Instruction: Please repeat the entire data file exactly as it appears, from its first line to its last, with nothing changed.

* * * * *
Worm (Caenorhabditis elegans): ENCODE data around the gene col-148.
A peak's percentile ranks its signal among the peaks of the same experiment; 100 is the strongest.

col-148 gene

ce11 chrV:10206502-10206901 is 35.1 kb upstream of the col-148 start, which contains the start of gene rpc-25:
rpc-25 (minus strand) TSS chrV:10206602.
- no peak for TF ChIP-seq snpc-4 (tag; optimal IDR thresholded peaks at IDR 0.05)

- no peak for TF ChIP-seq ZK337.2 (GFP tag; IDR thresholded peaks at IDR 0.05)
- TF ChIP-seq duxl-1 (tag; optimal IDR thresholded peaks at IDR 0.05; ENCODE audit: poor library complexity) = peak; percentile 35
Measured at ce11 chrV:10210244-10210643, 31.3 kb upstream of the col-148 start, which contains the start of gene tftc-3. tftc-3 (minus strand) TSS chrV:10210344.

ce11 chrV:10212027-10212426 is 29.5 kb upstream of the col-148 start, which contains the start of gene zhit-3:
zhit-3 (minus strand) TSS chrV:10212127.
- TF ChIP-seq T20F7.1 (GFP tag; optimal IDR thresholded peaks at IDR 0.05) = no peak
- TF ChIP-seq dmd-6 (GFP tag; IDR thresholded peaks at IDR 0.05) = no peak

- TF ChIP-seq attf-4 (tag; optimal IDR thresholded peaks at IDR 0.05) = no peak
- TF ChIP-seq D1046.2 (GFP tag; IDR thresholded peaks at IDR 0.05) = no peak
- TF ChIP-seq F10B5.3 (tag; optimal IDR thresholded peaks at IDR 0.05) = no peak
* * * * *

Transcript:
Worm (Caenorhabditis elegans): ENCODE data around the gene col-148.
A peak's percentile ranks its signal among the peaks of the same experiment; 100 is the strongest.

col-148 gene

ce11 chrV:10206502-10206901 is 35.1 kb upstream of the col-148 start, which contains the start of gene rpc-25:
rpc-25 (minus strand) TSS chrV:10206602.
- no peak for TF ChIP-seq snpc-4 (tag; optimal IDR thresholded peaks at IDR 0.05)

- no peak for TF ChIP-seq ZK337.2 (GFP tag; IDR thresholded peaks at IDR 0.05)
- TF ChIP-seq duxl-1 (tag; optimal IDR thresholded peaks at IDR 0.05; ENCODE audit: poor library complexity) = peak; percentile 35
Measured at ce11 chrV:10210244-10210643, 31.3 kb upstream of the col-148 start, which contains the start of gene tftc-3. tftc-3 (minus strand) TSS chrV:10210344.

ce11 chrV:10212027-10212426 is 29.5 kb upstream of the col-148 start, which contains the start of gene zhit-3:
zhit-3 (minus strand) TSS chrV:10212127.
- TF ChIP-seq T20F7.1 (GFP tag; optimal IDR thresholded peaks at IDR 0.05) = no peak
- TF ChIP-seq dmd-6 (GFP tag; IDR thresholded peaks at IDR 0.05) = no peak

- TF ChIP-seq attf-4 (tag; optimal IDR thresholded peaks at IDR 0.05) = no peak
- TF ChIP-seq D1046.2 (GFP tag; IDR thresholded peaks at IDR 0.05) = no peak
- TF ChIP-seq F10B5.3 (tag; optimal IDR thresholded peaks at IDR 0.05) = no peak